After failure on appeal, Semenya and her legal team took the case to the European Court of Human Rights (ECHR). Her legal team argued that the International Amateur Athletics Federation (IAAF) rule violated Semenya’s right to privacy and to practise her profession, and caused her to suffer “treatment contrary to her human dignity, her physical and mental integrity, and her social and gender identity”.
It has essentially moved the case from one about biology and competing, to a case about gender, race and politics.
To add more complexity to an already complex situation, shortly after the Tokyo 2020 Olympics ended (in August 2021), the British Journal of Sports Medicine issued a correction to a 2017 study.
It was significant because the IAAF case and subsequent regulations to decrease testosterone levels were based on that original study.
The correction stated that its findings were “exploratory” and “could have been misleading”. That outcome incensed the Semenya legal team because the retraction came after the Olympics were over.
Athletics moves on
While the ECHR case is not concluded, the sport of athletics moves on, with stricter rules for Semenya and other prominent athletes such as Olympic 200m silver medallist Christine Mboma.
The Namibian flyer is also a DSD athlete and is trained by South African Henk Botha. Although Mboma wasn’t set to run at the SA Champs, she was hoping to compete at the World Championships in Budapest in August.
That dream has died because she needs to reduce her hormone levels to the prescribed levels over a two-year period. It could possibly rule her out of the 2024 Paris Olympics as well.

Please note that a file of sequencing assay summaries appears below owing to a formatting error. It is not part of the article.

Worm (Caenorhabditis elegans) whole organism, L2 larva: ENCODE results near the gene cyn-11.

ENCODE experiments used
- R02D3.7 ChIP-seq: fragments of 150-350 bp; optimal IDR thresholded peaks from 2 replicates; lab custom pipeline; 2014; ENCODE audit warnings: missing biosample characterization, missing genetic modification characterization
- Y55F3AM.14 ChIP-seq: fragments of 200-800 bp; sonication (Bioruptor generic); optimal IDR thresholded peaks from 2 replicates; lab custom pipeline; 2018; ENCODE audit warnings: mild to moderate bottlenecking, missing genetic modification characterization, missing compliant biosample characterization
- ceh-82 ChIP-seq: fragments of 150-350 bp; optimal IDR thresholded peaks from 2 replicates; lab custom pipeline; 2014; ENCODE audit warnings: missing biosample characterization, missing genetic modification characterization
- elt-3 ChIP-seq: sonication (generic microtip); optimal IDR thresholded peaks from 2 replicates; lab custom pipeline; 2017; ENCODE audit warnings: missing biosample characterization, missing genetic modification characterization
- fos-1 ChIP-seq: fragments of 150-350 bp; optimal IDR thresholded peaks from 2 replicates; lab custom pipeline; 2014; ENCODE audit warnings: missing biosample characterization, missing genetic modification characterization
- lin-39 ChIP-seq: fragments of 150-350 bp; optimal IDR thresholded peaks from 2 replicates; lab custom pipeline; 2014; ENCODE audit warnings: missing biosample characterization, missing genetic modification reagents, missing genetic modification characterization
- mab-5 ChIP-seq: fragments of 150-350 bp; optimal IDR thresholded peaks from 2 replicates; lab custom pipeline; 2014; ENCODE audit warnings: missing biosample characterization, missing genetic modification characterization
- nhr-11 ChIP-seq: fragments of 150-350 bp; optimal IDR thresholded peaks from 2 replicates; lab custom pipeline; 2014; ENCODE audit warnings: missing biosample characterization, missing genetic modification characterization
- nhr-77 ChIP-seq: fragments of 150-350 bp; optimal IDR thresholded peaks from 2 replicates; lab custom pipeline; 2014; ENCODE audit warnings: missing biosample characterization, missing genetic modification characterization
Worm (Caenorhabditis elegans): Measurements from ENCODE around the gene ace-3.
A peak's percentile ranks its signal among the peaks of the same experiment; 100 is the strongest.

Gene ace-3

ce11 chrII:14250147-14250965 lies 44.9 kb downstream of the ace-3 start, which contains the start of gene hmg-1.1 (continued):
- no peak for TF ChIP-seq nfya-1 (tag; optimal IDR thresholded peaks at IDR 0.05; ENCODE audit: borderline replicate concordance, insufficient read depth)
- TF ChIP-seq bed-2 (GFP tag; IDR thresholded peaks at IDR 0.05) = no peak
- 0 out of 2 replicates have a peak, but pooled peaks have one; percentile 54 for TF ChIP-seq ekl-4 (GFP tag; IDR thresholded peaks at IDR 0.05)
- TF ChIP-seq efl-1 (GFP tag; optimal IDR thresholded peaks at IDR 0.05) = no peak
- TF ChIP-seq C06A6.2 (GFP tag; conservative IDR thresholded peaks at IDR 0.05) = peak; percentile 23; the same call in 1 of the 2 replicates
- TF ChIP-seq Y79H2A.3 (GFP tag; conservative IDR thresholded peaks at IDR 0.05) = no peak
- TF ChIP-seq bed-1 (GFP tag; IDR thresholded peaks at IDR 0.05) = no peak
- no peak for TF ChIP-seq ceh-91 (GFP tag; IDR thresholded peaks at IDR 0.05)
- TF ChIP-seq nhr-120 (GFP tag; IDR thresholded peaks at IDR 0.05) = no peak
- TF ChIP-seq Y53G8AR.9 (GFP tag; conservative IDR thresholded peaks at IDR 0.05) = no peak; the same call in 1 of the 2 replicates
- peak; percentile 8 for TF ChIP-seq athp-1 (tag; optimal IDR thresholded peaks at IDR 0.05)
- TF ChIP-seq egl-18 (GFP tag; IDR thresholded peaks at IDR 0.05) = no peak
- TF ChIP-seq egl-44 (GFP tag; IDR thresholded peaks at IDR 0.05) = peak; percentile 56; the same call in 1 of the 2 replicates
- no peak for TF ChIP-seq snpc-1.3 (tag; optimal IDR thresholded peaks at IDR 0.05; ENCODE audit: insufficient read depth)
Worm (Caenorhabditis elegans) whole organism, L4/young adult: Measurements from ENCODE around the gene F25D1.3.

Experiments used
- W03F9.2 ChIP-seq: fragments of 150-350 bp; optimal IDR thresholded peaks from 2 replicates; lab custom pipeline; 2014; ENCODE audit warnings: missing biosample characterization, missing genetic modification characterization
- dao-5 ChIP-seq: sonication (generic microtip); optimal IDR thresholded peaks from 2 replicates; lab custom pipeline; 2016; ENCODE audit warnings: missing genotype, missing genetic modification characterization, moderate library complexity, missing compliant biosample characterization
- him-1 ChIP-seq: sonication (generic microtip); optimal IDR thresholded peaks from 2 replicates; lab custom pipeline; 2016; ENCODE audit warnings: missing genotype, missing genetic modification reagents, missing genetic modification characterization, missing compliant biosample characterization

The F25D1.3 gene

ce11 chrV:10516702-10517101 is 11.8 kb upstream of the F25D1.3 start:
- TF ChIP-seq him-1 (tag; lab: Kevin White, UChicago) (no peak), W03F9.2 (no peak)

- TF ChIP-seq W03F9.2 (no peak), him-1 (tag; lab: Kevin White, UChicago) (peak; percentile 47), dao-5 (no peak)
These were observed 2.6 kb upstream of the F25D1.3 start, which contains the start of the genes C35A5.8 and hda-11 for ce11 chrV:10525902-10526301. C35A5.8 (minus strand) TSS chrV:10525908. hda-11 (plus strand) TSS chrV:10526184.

“It was a bit of a shock, receiving it without any prior notice once again,” Henk Botha told BBC Sport Africa.
“The rumours were running through the whole [of] Europe and some of the people were telling me this is coming. World Athletics haven’t contacted anybody.
“Christine knows about the updated rules and we’ve discussed it. She’s positive and we will keep on training.
“For us, this is an obstacle, but not the end,” Botha told the BBC.
“Challenging World Athletics in the court, obviously, is expensive and a long thing. We need to go and look at every single option on the table and take it from there.
“My own opinion is [that] it’s time for the world to stand up against things like this and the way this has been handled.”
Many experts argue that lowering testosterone levels for transgender women is not enough to offset the physical benefits accrued by going through male puberty.
It’s a biological fact that males are, on average, taller, faster and physically stronger than females. They have larger muscles of more density, wider shoulders, narrower pelvises, and larger hearts and lungs.
They possess more fast-twitch muscle fibre and longer limbs, which are all a result of going through male puberty.
Obviously, elite female athletes will outperform most men, but when placing elite females against elite males, the picture is vastly different.
In 2022 alone, 1,972 men ran the 100m faster than the fastest woman, Shelly-Ann Fraser-Pryce, according to recorded stats by World Athletics. As events move away from power to endurance, the numbers drop off slightly, but even in the marathon, 617 men ran faster than the fastest women.
Fraser-Pryce runs faster than 99.99% of the global population, male or female, but at the elite level, she’d battle to be among the top 2,000 men.
That in no way diminishes her exceptional talent and work ethic but, were it not for a female category, Fraser-Pryce would be a fast human but not among the elite on the planet.
This is the crux of the argument against allowing transgender women, who have gone through male puberty, and even DSD athletes, who have naturally high levels of testosterone, from competing in the female division of sports.
Transgender advocates argue that transgender women do not identify as male and therefore should compete as female (as those are the only two categories that currently exist).
In a sporting context, gender identity and physiology are not aligned, especially in elite sports. DM